End of the cobbled road for Lea Bridge depot

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The historical Lea Bridge depot will close at the end of March, bringing to an end more than 300 years of history with London’s water supply.

Thames Water’s Victorian-era warehouse buildings and single-storey workshops in Waltham Forest are set to be demolished to make way for a hi-tech school complex.

Only the arts and craft-inspired Red House, accommodating a team of planners and engineers, an octagonal sluice building and the old Middlesex filter beds – now a nature reserve – will remain of what was once one of the jewels in the crown of the East London Waterworks Company.

Records show that the River Lea, and this site, has played some part in providing London’s water supply since the early 1600s and possibly earlier when it was a major river crossing and an industrial area in its own right thanks to the manufacturing industries who used the water flow to power a series of mills.

Lea Bridge Road 3

But the site’s real importance can be traced back to 1707 when the Lea Bridge (or Hackney) Waterworks was founded, becoming part of the East London Waterworks Company (ELWC) in 1807.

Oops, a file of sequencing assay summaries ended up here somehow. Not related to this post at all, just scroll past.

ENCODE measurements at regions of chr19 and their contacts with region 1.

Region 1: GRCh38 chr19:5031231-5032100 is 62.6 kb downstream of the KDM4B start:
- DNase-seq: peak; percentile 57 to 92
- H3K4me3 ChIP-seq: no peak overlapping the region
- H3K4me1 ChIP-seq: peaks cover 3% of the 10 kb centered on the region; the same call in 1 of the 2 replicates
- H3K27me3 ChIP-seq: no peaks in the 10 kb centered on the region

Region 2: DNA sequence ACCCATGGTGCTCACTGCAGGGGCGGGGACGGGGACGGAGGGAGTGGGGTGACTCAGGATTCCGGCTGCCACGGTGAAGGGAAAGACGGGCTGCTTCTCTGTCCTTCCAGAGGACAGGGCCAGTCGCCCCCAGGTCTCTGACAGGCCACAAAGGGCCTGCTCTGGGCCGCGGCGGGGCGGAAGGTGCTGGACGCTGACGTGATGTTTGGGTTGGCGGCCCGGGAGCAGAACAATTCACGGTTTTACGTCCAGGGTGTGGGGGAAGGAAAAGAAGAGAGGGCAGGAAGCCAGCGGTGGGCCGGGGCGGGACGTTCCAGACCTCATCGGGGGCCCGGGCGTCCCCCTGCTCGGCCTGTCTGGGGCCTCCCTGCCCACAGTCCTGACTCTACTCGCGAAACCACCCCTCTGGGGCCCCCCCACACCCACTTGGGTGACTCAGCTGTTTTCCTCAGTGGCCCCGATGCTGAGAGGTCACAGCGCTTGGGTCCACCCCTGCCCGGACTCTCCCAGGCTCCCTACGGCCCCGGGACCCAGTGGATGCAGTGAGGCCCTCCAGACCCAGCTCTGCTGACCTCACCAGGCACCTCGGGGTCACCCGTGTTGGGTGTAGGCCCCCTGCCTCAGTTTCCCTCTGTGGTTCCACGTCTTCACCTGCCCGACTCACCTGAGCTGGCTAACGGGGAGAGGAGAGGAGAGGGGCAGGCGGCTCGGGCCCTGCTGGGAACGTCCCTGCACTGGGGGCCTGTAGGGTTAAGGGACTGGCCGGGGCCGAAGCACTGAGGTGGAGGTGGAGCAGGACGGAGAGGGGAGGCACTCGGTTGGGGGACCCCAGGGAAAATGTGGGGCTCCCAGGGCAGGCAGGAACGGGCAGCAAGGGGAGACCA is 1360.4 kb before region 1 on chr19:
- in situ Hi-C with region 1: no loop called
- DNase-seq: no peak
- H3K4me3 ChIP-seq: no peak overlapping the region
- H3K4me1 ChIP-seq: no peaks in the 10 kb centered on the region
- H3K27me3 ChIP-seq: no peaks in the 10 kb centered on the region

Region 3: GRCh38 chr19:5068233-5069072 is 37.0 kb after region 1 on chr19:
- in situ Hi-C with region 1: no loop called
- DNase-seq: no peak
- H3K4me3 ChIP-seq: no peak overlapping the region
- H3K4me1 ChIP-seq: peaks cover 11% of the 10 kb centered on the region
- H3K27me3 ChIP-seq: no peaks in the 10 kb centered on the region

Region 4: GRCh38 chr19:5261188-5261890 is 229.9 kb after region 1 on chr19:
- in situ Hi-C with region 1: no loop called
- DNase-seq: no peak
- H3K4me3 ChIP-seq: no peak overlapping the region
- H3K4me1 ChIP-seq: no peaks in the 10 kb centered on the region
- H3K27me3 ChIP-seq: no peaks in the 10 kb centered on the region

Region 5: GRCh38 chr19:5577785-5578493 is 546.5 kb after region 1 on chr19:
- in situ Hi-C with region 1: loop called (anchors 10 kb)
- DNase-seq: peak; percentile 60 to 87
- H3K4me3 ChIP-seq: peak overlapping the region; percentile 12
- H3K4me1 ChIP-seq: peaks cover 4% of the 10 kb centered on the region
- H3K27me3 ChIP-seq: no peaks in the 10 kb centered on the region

At the start of the 18th century, water piped directly into homes was a luxury reserved for the wealthiest of London’s elite and Lea Bridge supplied this service to the then prosperous suburbs of Hackney and Clapton.

As demand for clean, piped water grew, and the quality of the Thames and the Lea declined – leading to catastrophic cholera outbreaks – the ELWC was forced to respond in the 19th century with a succession of technological innovations typical of the era, including waterwheels, steam-driven pumps, pipes, filtering technology and reservoirs.

By the later years of the century, as Sir Joseph Bazalgette’s sewerage infrastructure began to have an impact on hygiene, the Lea Bridge waterworks became central in helping to meet the technical demands of London’s rapid eastwards expansion and the creation of a modern water distribution system.

It hosted increasingly sophisticated water treatment facilities, along with pioneering scientific examination and testing and by the end of the 19th century its achievement can be measured by the fact that a continuous supply of potable water to every house in London was effectively taken for granted – a remarkable achievement in such a relatively short period of time.

By 1904, the works were in the hands of the Metropolitan Water Board which instituted a new era in London’s water supply. This concentration of water companies across the capital marked a decline in Lea Bridge’s importance and, after three new reservoirs were built during World War II, the writing was on the wall.

In 1972, having supplied water for more than 260 years, the waterworks closed and its responsibilities and importance assumed by the new complex at Coppermills in nearby Walthamstow.